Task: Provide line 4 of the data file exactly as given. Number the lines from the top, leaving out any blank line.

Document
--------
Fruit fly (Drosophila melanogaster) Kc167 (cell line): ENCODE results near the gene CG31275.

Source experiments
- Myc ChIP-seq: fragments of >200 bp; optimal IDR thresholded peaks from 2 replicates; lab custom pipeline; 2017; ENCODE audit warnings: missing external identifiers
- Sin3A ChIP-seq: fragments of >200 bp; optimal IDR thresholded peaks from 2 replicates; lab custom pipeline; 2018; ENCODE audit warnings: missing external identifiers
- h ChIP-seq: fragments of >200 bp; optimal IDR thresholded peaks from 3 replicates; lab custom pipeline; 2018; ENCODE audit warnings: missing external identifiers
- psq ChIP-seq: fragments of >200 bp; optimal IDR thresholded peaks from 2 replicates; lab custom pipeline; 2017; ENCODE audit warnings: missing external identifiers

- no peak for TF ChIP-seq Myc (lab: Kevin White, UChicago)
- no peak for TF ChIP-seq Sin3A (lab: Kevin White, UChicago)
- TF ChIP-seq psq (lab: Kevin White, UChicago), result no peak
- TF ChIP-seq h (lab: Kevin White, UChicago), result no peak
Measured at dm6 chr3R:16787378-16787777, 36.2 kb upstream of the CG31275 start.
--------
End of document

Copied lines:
- Sin3A ChIP-seq: fragments of >200 bp; optimal IDR thresholded peaks from 2 replicates; lab custom pipeline; 2018; ENCODE audit warnings: missing external identifiers